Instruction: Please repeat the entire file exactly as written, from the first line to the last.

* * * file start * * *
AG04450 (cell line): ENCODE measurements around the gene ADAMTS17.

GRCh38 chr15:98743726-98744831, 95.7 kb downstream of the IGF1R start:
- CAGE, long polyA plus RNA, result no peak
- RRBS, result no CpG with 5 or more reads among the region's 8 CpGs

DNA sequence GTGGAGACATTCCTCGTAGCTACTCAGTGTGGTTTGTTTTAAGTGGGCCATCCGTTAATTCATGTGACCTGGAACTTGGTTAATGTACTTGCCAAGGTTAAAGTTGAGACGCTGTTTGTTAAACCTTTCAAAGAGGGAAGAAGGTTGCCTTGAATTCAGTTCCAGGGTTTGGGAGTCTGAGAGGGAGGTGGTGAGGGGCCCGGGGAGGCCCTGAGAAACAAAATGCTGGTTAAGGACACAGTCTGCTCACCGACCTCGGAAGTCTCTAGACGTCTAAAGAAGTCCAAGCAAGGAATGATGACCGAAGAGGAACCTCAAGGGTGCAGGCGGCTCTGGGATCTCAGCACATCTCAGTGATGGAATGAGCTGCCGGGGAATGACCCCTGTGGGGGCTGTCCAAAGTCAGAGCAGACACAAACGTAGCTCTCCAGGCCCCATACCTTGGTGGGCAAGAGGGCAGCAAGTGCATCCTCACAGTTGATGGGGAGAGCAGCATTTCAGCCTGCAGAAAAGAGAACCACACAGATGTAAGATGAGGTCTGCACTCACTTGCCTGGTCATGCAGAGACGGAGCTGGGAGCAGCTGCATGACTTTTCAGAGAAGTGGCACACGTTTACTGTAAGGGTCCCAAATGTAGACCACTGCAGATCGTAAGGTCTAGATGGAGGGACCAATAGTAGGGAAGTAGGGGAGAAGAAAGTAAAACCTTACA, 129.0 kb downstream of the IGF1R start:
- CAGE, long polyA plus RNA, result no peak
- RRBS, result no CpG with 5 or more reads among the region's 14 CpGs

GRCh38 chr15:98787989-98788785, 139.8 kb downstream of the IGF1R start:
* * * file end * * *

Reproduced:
AG04450 (cell line): ENCODE measurements around the gene ADAMTS17.

GRCh38 chr15:98743726-98744831, 95.7 kb downstream of the IGF1R start:
- CAGE, long polyA plus RNA, result no peak
- RRBS, result no CpG with 5 or more reads among the region's 8 CpGs

DNA sequence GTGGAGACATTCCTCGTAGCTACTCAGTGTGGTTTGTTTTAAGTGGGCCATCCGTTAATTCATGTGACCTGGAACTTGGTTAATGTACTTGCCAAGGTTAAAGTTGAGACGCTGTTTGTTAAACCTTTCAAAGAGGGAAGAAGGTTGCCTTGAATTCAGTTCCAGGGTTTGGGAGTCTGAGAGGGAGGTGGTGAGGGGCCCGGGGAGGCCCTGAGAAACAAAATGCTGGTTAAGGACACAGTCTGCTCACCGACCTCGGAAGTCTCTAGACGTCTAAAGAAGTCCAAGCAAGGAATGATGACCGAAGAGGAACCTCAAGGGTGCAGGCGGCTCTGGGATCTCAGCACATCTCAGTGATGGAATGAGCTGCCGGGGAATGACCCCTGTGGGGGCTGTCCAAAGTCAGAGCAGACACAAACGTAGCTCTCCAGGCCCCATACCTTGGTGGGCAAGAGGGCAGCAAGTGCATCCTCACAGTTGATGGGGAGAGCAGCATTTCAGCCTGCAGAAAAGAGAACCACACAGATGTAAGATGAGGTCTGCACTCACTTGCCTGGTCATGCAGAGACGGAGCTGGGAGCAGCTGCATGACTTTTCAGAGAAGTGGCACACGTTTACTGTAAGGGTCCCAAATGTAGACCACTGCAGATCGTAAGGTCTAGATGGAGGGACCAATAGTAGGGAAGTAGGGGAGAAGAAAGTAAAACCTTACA, 129.0 kb downstream of the IGF1R start:
- CAGE, long polyA plus RNA, result no peak
- RRBS, result no CpG with 5 or more reads among the region's 14 CpGs

GRCh38 chr15:98787989-98788785, 139.8 kb downstream of the IGF1R start: